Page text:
Last year, on September 9, 2009 (09/09/09), Leica Camera surprised everyone by unveiling their second generation digital M rangefinder camera, the Leica M9. The photographic world was pleasantly surprised that Leica, who had vehemently denied the development of a new digital rangefinder, managed to pull this rabbit out of the hat.
Leica’s first attempt at a digital M rangefinder, the Leica M8, met with some success but was not without it’s issues. The sensor’s lack of an AA filter, while increasing overall image sharpness, required the use of IR cut filters mounted on the lenses. To not do so often meant that images of black synthetics would take on a magenta cast that could not be corrected in post-production. The Leica faithful raised such a ruckus that Leica obliged them and shipped two IR cut filters for free to anyone who purchased a Leica M8. Still, the filter requirement raised the hackles of many a photographer.
Next was the crop factor of 1.33x that Leica engineers said was necessary in order to maintain compatibility with the majority of M lenses made since 1954. Many wide-angle shooters were displeased by this. Others were put off by the initial 2GB storage limit or the loudness of the shutter re-cocking mechanism or the fact that lenses had to be coded in order for the camera to recognize them.
Leica did manage to address most of these issues with firmware updates to the M8 as well as a model refresh, the Leica M8.2, but the IR cut filters, lens-coding requirement, and crop factor all remained.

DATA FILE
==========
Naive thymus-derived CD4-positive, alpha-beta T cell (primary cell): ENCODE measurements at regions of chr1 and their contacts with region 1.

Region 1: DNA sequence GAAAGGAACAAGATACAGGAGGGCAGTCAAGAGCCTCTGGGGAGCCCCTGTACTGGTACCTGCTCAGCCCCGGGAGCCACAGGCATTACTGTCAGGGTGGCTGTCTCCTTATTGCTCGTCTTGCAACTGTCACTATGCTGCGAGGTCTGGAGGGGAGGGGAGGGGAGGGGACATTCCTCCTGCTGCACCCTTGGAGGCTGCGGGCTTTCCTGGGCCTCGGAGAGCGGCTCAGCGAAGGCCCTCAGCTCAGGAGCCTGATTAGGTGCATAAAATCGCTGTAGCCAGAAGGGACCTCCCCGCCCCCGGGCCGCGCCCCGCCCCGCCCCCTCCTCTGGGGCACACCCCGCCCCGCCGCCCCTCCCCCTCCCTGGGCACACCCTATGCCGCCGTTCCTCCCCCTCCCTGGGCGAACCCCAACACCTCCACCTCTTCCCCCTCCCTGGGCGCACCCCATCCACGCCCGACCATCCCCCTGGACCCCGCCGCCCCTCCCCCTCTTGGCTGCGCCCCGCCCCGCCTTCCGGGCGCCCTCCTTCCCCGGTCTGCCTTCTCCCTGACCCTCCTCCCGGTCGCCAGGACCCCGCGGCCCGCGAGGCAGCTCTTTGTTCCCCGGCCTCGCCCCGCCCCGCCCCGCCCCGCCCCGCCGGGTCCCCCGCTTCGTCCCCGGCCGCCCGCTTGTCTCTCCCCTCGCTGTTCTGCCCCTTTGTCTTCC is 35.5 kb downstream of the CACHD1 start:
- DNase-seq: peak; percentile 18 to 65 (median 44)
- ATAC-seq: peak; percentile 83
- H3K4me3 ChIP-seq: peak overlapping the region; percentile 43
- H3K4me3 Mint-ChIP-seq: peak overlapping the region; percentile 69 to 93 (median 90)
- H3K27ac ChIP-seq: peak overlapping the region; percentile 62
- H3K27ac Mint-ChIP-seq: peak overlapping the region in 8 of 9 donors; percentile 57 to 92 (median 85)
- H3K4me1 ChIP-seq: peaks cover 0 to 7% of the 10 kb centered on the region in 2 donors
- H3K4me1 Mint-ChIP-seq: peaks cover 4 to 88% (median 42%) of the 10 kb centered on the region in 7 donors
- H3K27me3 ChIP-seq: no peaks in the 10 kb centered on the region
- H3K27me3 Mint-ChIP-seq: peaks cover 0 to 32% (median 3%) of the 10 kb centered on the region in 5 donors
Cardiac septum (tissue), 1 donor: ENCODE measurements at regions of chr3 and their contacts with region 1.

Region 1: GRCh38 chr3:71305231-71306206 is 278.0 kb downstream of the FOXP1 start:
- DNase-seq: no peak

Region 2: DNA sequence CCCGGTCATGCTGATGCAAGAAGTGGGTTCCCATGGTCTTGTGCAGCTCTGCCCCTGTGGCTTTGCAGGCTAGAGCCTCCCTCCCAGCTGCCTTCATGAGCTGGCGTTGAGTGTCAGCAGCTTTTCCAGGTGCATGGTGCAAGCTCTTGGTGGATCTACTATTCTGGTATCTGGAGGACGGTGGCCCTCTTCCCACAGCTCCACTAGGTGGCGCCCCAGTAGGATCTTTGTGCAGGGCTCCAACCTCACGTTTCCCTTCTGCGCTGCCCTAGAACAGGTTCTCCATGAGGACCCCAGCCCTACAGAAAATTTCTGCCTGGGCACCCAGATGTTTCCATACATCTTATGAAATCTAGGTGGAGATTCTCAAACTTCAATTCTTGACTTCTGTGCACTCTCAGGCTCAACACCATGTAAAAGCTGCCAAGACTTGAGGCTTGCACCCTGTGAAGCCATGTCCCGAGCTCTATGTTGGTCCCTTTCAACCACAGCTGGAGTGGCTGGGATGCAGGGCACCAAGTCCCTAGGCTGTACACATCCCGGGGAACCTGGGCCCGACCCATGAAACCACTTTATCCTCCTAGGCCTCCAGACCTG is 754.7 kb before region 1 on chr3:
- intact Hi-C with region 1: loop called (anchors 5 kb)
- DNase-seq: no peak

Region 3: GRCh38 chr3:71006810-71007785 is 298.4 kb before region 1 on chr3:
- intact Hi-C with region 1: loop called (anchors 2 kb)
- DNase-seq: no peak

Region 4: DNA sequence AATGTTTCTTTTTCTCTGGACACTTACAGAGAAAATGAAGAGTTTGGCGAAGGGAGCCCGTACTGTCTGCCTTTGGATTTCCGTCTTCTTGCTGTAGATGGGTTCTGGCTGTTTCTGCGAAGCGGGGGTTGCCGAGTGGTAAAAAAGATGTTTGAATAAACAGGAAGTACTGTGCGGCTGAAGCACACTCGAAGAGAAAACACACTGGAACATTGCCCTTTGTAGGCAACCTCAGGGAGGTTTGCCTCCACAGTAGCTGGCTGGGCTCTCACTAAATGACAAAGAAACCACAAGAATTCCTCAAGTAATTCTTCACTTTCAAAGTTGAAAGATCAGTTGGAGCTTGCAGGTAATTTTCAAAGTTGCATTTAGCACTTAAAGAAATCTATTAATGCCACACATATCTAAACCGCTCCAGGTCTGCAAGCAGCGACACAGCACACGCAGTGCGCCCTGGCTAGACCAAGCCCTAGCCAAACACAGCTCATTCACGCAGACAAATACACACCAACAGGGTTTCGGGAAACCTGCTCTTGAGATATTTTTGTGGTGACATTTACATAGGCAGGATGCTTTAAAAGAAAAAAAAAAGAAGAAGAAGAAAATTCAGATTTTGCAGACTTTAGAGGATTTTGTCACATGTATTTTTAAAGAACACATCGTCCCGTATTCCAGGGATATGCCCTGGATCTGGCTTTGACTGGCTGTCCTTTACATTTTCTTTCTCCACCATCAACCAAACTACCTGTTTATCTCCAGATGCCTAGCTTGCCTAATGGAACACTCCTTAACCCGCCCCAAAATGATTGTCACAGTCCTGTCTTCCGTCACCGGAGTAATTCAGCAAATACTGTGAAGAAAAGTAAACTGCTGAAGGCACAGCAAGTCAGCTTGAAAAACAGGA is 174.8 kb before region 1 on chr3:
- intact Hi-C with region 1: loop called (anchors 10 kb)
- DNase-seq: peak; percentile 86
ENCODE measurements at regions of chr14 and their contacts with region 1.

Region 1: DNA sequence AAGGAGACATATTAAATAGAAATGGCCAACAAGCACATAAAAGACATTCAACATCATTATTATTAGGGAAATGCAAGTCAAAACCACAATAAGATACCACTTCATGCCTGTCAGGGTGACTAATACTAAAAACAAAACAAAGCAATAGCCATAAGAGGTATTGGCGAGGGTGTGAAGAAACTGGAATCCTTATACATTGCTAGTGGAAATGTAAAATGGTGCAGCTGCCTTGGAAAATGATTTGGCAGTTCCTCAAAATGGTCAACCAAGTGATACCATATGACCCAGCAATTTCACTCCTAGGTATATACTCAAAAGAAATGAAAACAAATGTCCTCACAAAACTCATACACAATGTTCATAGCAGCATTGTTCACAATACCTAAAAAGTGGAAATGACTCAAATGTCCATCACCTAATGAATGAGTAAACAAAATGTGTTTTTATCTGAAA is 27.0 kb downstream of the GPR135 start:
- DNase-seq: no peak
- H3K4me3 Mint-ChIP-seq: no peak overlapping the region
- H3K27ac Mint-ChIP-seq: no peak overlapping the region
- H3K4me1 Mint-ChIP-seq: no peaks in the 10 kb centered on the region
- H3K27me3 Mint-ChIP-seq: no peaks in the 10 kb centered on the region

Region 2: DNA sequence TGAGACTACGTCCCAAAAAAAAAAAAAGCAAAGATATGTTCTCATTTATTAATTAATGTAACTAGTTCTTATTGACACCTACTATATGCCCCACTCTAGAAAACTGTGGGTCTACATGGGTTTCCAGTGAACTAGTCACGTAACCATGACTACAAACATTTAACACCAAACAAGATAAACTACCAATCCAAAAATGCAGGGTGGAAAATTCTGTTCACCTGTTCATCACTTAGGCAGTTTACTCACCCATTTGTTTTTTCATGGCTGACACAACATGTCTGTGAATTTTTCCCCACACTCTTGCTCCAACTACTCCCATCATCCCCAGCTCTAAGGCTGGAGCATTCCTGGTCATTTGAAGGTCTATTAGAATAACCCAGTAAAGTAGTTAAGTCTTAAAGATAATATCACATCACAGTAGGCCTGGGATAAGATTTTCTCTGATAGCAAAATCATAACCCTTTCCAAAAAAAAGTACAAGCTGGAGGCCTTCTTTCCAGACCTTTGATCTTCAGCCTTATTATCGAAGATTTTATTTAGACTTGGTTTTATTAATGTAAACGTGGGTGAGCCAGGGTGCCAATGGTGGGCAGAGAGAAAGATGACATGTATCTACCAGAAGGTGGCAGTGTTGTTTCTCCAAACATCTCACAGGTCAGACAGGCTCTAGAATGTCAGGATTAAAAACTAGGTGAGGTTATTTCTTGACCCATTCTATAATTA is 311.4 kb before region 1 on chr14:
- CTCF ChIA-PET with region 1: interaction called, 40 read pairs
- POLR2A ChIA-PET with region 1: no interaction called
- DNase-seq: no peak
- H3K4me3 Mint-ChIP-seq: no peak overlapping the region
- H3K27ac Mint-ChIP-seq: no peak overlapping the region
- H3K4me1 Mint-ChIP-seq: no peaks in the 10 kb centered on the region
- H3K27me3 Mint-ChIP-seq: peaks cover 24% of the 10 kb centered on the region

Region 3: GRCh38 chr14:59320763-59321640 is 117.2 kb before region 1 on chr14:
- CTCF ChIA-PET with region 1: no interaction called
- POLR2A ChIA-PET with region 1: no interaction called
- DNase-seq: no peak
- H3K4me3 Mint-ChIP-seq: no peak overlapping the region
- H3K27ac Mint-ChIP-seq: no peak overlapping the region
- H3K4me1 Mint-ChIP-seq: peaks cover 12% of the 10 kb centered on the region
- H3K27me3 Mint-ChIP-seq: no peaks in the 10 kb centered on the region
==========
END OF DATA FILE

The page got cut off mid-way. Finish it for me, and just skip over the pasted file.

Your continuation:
Leica’s new M9 finally puts those requirements to rest with an all-new 18 Mpx, full-frame sensor that sports an ultra-thin IR-cut filter mounted on it and an expanded firmware data space which allows for the manual selection of lenses.
The result is literally the smallest full-frame digital camera on the market.
[DISCLOSURE]I solicited Leica USA and Evins Communications (their PR firm) to loan me the camera and lens for this review. I was not compensated in any way other than the privilege of using this equipment for two weeks.[/DISCLOSURE]
Having gotten the legalities out of the way, I will now report my findings after a brief two weeks with this camera. I will be comparing this to my M8 to easier highlight the differences.
Leica builds its digital M’s with the same tank-like qualities of it’s film M’s. A favorite tactic of the Leica presenter is to stand on the top of the camera on one leg. Do not try this with your japanese-made DSLR! I have personally witnessed a 6ft+ 200LB+ gentleman pull this stunt on both the M8 and M9. The M8 & M9 are made with very little plastic and a whole lot of metal, glass, and German Engineering. Most non-leica people (i.e., the vast majority of humanity) are often surprised by the hefty feel of the little M cameras. If I have one complaint about the build of the M9 vs. the M8, it’s the decision to switch both the light colored (steel grey on the M9) and black colored bodies to a painted finish. I preferred the more durable silver/black hard chrome finishes of the M8.
Gone from the M9 is the top mounted LCD display (used for frame count and battery life on the M8) whose functions have been transferred to the rear-mounted color LCD display. This makes for more accurate battery readings, but it’s a extra step for checking a vital system function. A minor quibble, to be sure, but the efficiency experts out there will agree with me that it’s an extra motion and thus, less efficient.